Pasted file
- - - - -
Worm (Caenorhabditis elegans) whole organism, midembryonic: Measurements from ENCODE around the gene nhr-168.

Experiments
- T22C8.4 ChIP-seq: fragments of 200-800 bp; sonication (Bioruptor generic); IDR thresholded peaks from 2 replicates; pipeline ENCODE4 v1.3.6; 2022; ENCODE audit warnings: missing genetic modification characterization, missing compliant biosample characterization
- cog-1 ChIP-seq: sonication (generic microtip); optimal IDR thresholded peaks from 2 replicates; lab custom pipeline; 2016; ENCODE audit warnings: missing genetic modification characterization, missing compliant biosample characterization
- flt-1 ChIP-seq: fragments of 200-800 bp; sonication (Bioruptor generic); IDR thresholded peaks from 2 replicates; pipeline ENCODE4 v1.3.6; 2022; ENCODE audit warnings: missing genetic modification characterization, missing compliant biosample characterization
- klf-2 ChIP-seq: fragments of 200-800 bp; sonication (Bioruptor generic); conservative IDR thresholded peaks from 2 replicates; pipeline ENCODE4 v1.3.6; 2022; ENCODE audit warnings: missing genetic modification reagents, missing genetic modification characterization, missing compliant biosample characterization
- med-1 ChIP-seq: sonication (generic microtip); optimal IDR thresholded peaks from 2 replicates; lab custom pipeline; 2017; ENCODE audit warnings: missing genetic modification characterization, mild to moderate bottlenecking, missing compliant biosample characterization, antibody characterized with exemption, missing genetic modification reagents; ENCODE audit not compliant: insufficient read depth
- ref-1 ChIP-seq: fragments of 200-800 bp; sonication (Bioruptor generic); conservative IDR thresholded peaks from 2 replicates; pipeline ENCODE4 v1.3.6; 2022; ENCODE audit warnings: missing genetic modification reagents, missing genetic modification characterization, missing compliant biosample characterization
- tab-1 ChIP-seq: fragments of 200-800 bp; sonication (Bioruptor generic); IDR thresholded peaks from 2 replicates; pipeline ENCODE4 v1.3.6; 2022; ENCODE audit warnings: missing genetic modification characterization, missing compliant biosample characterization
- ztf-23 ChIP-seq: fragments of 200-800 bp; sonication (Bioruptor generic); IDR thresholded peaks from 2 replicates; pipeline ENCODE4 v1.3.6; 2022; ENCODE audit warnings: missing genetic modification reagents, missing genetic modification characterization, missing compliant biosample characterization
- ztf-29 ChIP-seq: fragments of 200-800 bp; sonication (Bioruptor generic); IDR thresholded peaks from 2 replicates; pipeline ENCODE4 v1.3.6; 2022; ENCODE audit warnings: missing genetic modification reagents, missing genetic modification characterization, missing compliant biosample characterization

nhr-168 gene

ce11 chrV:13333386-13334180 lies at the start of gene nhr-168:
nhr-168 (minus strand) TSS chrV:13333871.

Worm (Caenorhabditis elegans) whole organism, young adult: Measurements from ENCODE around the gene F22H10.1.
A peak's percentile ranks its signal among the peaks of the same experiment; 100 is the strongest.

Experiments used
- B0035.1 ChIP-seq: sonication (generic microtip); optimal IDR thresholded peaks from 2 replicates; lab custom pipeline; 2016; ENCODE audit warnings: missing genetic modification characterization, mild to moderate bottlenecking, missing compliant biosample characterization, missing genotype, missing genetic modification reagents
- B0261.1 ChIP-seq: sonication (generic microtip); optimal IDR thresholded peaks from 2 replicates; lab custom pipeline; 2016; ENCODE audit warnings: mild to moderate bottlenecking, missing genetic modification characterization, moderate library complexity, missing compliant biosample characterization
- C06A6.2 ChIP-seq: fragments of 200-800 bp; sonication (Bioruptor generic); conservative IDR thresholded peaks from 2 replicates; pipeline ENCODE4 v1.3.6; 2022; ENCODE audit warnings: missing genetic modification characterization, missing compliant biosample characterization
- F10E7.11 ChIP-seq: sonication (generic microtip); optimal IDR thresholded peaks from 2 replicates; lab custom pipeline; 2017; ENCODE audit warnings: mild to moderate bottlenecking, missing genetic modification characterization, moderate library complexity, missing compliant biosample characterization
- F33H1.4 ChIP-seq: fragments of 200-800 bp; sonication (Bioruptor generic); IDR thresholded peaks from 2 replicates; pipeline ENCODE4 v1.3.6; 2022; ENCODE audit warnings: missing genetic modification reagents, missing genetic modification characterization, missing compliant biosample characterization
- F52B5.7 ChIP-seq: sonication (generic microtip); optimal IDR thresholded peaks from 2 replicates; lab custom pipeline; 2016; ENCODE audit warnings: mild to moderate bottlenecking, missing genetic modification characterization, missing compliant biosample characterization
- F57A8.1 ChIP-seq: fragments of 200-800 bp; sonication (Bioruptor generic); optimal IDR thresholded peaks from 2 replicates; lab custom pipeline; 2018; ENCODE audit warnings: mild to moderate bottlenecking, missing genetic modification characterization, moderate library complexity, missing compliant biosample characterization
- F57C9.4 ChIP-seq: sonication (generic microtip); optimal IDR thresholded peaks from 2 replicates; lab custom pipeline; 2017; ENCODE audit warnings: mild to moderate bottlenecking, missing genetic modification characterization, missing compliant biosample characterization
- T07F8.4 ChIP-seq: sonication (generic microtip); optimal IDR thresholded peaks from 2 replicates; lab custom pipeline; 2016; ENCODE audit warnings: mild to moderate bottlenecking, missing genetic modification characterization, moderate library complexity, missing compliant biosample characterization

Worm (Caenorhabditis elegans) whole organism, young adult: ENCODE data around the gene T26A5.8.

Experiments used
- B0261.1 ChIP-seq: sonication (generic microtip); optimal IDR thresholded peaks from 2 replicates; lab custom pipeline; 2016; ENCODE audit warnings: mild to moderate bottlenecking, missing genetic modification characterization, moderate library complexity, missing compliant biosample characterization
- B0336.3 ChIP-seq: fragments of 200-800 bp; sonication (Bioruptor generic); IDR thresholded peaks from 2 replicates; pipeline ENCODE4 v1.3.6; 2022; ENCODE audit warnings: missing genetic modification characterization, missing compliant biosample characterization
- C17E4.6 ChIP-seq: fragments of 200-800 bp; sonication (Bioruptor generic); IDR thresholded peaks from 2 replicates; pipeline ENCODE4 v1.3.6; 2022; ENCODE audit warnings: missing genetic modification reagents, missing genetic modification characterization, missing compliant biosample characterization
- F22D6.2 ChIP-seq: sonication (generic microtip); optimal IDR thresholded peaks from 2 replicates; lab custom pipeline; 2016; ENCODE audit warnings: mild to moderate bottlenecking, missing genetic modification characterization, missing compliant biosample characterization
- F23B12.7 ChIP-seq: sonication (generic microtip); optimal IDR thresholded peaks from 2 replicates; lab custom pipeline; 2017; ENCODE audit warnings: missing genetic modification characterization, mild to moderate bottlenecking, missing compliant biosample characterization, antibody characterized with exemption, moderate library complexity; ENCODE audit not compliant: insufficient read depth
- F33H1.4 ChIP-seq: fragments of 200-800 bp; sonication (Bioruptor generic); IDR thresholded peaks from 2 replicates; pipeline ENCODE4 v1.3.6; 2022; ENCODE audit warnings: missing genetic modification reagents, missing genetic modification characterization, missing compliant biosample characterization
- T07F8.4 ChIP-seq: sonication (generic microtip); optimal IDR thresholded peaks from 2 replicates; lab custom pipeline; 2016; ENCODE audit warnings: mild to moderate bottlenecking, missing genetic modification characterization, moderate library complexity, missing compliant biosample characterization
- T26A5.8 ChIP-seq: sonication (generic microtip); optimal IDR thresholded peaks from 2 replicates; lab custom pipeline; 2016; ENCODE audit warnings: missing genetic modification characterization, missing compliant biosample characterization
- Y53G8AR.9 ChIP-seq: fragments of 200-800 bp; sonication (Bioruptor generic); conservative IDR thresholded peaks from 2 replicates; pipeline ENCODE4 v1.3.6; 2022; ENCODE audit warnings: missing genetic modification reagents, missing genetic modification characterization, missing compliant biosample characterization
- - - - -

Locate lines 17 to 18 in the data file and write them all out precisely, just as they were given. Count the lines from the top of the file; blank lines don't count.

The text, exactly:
Experiments used
- B0035.1 ChIP-seq: sonication (generic microtip); optimal IDR thresholded peaks from 2 replicates; lab custom pipeline; 2016; ENCODE audit warnings: missing genetic modification characterization, mild to moderate bottlenecking, missing compliant biosample characterization, missing genotype, missing genetic modification reagents